Jerry Leger’s records stand side by side to John Lennon’s in my living room. It’s only fitting because Lennon’s the first association I got from Coat On The Rack, the opener of the Canadian songwriter’s latest release Nonsense And Heartache.
That double LP is a real gem, honestly. It was produced by Cowboy Junkies’ Michael Timmins and features eighteen songs. There are a lot of things that stand out apart from Leger’s voice and vocal delivery, sometimes it’s the melodies or the clever lyrics, other times it’s the overall sound.
A special mention should go to the members of Leger’s band The Situation, who are so much more than a backing band. Jerry Leger sounds like an incredible band, rather than a solo artist with some great musicians doing their part. And it really does add an extra special layer to Nonsense And Heartache.
Carrying the torch
Although a rather new discovery for me – thanks Ron Sexsmith! – Leger’s released over ten records in the last decade or so, if you include a live album and records with side projects The Del Fi’s and The Bop Fi’s. That same Sexsmith who tipped me off about Leger ahead of his first European tour, played on some of Leger’s earlier records. Leger appreciates him as a friend and as an artists, he tells me: ‘It was really nice of Ron to help us get the word out. He’s been a big supporter and friend basically since my first record. I love his commitment to the art of songwriting and carrying the torch. I like to think of myself that way and he had a lot to do with that. A lot of his songs feel like they’ve always been here and that’s really hard to do.’
The fact that The Situation are more than just a backing band, quickly became clear when meeting them in Venlo at the Down By The River festival where we recorded this session. I witnessed it in the interactions between them, the mutual respect and just the way they performed as a unit. The first song we filmed was I’ll Feel A Whole Lot Better, written by Gene Clark while he was in The Byrds. ‘Clark’s a very different kind of writer. His melodies can have these curveballs in the structure and he has a voice and style I trust.’
I’ll Feel A Whole Lot Better (Gene Clark / The Byrds)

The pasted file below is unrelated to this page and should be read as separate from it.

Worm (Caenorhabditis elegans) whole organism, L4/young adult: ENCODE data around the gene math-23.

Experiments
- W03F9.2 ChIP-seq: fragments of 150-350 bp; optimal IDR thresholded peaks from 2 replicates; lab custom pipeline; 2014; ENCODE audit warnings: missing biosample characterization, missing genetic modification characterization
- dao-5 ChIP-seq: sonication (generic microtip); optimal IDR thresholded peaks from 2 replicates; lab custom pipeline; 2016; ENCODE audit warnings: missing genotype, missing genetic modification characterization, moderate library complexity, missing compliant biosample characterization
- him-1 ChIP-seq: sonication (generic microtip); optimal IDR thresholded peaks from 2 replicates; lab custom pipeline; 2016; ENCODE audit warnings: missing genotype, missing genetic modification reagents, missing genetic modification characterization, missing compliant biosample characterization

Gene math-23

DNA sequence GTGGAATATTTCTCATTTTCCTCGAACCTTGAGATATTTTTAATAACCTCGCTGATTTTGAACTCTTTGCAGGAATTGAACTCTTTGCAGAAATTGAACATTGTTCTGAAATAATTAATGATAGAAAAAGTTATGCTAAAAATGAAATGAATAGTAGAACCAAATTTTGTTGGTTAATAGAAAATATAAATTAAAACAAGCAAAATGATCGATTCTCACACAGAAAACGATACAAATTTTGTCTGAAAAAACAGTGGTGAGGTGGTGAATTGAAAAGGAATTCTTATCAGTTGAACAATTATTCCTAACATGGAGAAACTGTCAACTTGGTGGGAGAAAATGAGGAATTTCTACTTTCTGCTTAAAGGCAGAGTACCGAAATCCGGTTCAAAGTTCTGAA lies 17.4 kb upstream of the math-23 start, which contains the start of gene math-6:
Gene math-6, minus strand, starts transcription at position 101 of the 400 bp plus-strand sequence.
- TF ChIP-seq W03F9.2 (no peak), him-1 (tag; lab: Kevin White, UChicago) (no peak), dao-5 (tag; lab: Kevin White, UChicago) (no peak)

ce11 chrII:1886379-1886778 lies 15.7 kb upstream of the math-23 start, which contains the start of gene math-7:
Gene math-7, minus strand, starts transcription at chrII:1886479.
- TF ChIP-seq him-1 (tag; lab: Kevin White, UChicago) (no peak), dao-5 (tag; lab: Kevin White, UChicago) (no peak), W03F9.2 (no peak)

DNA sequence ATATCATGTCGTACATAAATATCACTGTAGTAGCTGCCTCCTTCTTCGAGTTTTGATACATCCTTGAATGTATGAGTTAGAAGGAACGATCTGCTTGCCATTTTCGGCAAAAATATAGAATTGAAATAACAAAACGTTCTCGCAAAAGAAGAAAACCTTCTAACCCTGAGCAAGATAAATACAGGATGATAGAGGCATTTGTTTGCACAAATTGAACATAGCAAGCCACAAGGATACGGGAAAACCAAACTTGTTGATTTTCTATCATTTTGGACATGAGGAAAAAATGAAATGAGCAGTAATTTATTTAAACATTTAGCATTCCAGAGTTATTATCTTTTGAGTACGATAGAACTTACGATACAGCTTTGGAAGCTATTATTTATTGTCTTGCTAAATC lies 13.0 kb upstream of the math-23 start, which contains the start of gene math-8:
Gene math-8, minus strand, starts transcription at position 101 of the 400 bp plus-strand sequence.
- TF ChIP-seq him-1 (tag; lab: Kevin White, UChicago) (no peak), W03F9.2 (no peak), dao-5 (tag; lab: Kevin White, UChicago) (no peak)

The best sad songs
‘I love how The Everly Brothers harmonize with each other, that brotherly thing. It’s my favourite and they have the best sad songs apart from Hank Williams.’ Jerry Leger admits he didn’t have to think long before chosing them to cover. ‘I grew up with their music playing in the house and Cathy’s Clown is probably my favourite song of all time. It just takes me to another place.’
So Sad (To Watch A Good Love Go Bad) (The Everly Brothers)
Going with your instinct
Leger grew up listening to a lot of fifties rock ‘n’ roll and the greats that followed. ‘Lennon and The Beatles, Hank Williams, Dylan, Elvis Costello, Lightnin’ Hopkins, Neil Young… It goes on and on.’ The way they perfected their craftsmanship is what Leger took with him to use in his own career. ‘I tend to look up to the ones who go with their instincts. I’ve always made music in the studio and on the stage exacting how I want to make it. Bob Dylan and Neil Young would be those kind of artists and that was the way I wanted to make music.’ What about when the inspiration doesn’t come? ‘I find I come up with ideas walking around. Other times it’s nice reading a book or listening to a record. Sometimes things come out of that.’
When we recorded this session earlier in 2018 – during the Down By The River festival in Venlo, The Netherlands – Jerry Leger and The Situation were experiencing their first ever European tour. You could feel the excitement, really. ‘Yeah, it was our first trip over! We had an amazing time and the reception was really nice everywhere. It was cool signing older albums that fans would bring to shows. I didn’t expect that. I’m looking forward to coming back and touring Europe on the regular.’ In Baby’s Got A Rare Gun, Leger sings ‘She said, “you better get walking. Come back when you’re fully grown”.’ Well, Jerry Leger is. And so is his band. So you better get yourself to one of their shows this fall.
Venlo, The Netherlands
Down By The River festival
Stichting Grenswerk, Venlo
Martijn Groeneveld (Mailmen Studio)
Theo van der Ven
Filmed, edited and graded by Matthijs van der Ven.
Audio recorded by Matthijs van der Ven & mixed by Martijn Groeneveld.